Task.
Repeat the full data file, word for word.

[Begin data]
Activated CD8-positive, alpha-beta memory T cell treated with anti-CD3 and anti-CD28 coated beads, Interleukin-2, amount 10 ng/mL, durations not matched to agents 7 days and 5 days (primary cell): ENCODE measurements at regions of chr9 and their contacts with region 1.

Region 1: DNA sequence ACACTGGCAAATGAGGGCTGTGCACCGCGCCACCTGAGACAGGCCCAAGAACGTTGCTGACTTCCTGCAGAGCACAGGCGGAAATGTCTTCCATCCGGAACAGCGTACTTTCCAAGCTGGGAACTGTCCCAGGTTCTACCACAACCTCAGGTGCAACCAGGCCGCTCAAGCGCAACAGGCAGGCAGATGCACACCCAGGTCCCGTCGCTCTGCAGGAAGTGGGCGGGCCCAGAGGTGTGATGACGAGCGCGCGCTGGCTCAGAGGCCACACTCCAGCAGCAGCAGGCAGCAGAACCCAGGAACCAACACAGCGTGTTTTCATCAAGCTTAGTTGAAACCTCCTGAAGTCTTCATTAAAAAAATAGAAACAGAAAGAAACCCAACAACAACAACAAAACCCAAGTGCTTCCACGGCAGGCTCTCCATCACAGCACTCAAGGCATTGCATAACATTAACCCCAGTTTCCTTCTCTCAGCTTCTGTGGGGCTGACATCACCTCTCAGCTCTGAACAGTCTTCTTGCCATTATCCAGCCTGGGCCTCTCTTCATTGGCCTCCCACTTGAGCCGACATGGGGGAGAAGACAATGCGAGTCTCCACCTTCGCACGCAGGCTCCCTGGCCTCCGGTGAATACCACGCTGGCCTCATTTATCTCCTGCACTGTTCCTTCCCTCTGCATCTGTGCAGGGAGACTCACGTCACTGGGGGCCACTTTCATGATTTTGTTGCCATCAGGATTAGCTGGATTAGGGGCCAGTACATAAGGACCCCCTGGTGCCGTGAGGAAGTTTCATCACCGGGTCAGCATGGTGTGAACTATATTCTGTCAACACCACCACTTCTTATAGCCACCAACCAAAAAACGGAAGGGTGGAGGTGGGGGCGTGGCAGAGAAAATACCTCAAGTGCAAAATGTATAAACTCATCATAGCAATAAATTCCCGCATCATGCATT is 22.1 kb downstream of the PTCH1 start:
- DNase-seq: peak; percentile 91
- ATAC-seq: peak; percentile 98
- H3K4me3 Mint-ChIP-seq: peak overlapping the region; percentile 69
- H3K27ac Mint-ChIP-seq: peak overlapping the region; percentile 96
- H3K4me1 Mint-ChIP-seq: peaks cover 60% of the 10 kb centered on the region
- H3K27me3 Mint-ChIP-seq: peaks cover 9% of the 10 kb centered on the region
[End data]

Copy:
Activated CD8-positive, alpha-beta memory T cell treated with anti-CD3 and anti-CD28 coated beads, Interleukin-2, amount 10 ng/mL, durations not matched to agents 7 days and 5 days (primary cell): ENCODE measurements at regions of chr9 and their contacts with region 1.

Region 1: DNA sequence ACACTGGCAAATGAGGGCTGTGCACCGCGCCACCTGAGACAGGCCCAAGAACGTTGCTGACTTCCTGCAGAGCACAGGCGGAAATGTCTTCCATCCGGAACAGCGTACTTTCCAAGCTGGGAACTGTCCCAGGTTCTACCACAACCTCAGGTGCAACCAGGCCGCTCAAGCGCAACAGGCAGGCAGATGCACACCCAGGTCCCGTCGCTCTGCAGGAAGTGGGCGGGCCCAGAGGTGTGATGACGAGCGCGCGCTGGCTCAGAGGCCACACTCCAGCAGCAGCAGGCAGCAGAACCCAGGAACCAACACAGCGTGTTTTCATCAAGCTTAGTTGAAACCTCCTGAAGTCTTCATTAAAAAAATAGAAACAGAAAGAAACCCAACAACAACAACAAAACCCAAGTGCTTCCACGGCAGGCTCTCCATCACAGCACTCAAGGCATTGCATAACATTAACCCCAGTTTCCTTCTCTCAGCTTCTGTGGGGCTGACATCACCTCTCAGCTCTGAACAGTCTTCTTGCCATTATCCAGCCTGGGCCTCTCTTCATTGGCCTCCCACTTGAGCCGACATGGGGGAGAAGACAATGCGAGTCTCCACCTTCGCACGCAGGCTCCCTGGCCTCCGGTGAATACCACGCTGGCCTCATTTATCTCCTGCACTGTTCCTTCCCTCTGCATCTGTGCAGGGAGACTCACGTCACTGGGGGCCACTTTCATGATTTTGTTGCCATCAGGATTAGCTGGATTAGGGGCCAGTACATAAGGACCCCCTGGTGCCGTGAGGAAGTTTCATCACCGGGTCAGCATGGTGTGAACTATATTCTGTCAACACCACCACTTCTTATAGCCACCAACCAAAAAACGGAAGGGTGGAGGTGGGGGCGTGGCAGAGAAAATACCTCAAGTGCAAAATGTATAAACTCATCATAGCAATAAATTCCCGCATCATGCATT is 22.1 kb downstream of the PTCH1 start:
- DNase-seq: peak; percentile 91
- ATAC-seq: peak; percentile 98
- H3K4me3 Mint-ChIP-seq: peak overlapping the region; percentile 69
- H3K27ac Mint-ChIP-seq: peak overlapping the region; percentile 96
- H3K4me1 Mint-ChIP-seq: peaks cover 60% of the 10 kb centered on the region
- H3K27me3 Mint-ChIP-seq: peaks cover 9% of the 10 kb centered on the region